Wednesday, March 25, 2009

History of the Marvel Universe--May 1963, part 1


The FF return from their trip to the moon to enormous public acclaim (which include Reed Richards being grabbed and stretched in numerous directions at once by adoring female fans). But they only have a short time to rest before trouble strikes again.

The Puppet Master, who had supposedly fallen to his death after his initial battle with the FF, turns out to be still alive after all. He gains mental control over the Sub-Mariner and forces Namor to kidnap Sue Storm.

Reed, Johnny and Ben, unaware that Namor is not responsible for his own actions, mount a rescue operation. Ben brings his gal Alicia along because he can’t stand to see her cry when he stops by to say goodbye.

That’s a bit of a stretch—bringing a blind woman with no superpowers along on an undersea mission to fight the Sub-Mariner seems to be a mildly unwise plan. But what the hey—she does seem to stay out of the way.

Anyway, it all leads to a typically nifty Jack Kirby fight scene, with Namor using a variety of weird sea creatures in his attempt to defeat the FF. In the end, the Puppet Master once again meets with an apparent doom, freeing Namor from his control and bringing the fight to an end.

Sue gets yet another chance to act indecisive about whether she loves Reed or Namor and, sadly, doesn’t get to take an active part in any of the action. It can also be argued that Lee and Kirby are in danger of overusing Namor—this is at least his fourth appearance in just 14 issues.

But Kirby’s imaginative layouts and fight choreography carries the plot along nicely, while Ben Grimm continues to mature as a truly likeable character. Nitpicking aside, it is another good, strong issue.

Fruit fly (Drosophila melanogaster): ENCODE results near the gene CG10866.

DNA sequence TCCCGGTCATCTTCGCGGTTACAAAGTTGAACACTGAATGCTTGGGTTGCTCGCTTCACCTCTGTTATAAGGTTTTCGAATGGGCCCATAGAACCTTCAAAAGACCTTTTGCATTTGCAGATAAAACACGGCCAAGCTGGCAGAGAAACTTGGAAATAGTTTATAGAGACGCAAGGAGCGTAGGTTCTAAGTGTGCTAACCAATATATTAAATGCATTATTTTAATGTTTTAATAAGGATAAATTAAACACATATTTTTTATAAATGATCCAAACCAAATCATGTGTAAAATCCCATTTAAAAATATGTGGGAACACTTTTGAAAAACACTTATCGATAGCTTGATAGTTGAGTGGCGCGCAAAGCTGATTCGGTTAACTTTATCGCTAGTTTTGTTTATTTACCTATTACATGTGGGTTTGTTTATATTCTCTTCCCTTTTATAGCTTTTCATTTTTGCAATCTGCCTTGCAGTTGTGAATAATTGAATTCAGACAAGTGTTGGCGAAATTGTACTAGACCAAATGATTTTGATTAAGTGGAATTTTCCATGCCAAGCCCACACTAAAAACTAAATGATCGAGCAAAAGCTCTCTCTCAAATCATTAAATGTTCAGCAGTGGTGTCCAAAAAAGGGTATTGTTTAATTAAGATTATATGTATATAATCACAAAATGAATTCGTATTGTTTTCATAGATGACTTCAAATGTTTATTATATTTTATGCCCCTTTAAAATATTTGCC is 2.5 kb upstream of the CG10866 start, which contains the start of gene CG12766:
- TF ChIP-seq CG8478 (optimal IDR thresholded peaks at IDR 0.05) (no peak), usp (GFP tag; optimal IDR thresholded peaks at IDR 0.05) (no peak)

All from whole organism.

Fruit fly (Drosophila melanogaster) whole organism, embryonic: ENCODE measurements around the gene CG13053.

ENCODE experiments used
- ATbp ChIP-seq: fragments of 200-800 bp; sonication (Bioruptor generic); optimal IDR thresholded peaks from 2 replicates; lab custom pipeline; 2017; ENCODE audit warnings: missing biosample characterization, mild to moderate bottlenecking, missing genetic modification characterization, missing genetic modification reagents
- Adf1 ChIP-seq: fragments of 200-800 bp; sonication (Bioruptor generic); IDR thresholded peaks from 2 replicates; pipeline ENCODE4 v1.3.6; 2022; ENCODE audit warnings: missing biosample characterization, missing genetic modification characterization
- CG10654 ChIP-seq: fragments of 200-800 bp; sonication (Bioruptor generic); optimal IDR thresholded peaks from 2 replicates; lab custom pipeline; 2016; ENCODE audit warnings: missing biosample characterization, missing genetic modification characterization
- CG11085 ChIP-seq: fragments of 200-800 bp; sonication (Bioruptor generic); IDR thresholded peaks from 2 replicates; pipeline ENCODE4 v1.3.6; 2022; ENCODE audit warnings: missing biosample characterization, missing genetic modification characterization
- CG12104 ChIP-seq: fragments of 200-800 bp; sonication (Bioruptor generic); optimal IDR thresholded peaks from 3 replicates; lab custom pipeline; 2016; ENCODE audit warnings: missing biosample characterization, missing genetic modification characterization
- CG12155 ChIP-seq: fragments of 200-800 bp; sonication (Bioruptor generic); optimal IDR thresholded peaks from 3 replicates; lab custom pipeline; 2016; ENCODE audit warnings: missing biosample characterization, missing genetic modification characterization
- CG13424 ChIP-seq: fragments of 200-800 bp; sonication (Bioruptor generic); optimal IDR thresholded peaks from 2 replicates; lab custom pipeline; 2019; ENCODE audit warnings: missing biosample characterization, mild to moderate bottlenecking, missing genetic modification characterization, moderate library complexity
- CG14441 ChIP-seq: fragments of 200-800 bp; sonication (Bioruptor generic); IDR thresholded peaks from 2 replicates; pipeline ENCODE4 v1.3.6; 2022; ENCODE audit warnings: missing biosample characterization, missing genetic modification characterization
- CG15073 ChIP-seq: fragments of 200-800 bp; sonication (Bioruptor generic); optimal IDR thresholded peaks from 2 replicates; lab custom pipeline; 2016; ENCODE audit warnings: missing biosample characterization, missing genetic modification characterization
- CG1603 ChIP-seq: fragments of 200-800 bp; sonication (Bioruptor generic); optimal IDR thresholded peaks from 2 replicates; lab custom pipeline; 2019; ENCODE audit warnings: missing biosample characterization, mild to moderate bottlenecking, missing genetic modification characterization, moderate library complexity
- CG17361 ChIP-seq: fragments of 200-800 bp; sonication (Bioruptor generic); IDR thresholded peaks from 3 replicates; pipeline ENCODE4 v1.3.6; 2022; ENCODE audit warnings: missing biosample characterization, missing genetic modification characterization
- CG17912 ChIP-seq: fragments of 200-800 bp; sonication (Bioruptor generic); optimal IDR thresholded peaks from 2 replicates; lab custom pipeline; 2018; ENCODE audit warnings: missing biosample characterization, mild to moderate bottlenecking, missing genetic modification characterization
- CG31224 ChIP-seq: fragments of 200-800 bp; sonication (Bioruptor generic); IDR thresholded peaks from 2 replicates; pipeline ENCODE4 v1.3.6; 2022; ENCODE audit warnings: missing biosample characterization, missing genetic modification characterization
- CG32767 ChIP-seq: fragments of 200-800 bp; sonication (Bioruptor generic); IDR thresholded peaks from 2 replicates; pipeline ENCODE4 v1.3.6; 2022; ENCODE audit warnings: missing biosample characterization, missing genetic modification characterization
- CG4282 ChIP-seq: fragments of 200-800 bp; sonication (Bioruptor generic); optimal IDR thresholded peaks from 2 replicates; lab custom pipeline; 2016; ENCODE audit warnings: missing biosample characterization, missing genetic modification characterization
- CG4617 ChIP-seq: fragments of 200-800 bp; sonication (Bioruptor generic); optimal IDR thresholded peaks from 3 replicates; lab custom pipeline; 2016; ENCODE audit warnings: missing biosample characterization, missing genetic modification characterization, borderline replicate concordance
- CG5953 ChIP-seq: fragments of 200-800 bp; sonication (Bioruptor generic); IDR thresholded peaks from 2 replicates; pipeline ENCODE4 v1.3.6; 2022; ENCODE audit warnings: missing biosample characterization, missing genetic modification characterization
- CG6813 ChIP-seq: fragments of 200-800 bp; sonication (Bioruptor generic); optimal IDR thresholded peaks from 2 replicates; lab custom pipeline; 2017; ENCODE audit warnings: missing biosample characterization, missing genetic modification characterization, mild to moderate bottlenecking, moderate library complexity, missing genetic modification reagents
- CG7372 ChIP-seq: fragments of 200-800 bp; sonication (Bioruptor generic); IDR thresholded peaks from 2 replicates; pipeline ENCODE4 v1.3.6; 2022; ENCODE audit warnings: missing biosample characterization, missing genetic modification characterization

Spidey wastes no time at all in adding yet another member to his Rogue’s Gallery. The Vulture shows up in this issue, swooping down out of the sky (or up out of the sewer through a man-hole) to swipe money and jewels from bank messengers. In a very well-plotted story, Spider Man uses his powers, his brains and his skill as a budding scientist to catch the villain.

In this issue, Peter Parker also gets the idea of making money as a photographer, getting shots of Spider Man in action. J. Jonah Jameson is still editorializing against Spider Man, so Peter figures it would be “a kick” to earn money off of him. (Jameson, by the way, is presented in this issue as being the editor of Now Magazine rather than the Daily Bugle. It’ll be a few issues before we learn he runs a newspaper as well as a magazine.) It’s made clear in this issue that grumpy old triple-J is going to be a regular supporting character and a regular foil for our hero.

The second story contained in this issue is a bit weaker. Spidey tangles with an eccentric old man who runs a fix-it shop. Except, of course, he’s not just an eccentric old man—he’s the Terrible Tinkerer, an alien who is spying on humanity in preparation for yet another invasion from outer space. It’s an okay story—most importantly, it again shows Spider Man thinking out his tactics during a fight as well as throwing punches.

But the whole invading aliens bit doesn’t seem to be a good thematic fit for Spider Man. It’s not a bad story—it just doesn’t seem to quite belong.


A scientist, bitter about having just lost his job because of his advanced age, invents a ray gun that can rapidly age (or de-age) any living thing. Ant Man tries to stop him and gets zapped into old age. But when the bad guy accidentally ages his own grandson, he realizes the error of his ways. Everyone gets zapped back to normal.

This is a just plain dull story. The action is uninteresting and Don Heck’s art work is, frankly, equally uninteresting. (Heck can be quite good on occasion, but he lacked Kirby’s ability to make weak scripts look cool.)

But things will look up next issue, when Hank Pym gets himself a new partner and another hero (or, rather, heroine) will be added to the Marvel Pantheon.

Next week, we’ll take a look to see what Thor, Iron Man and the Human Torch are up to.

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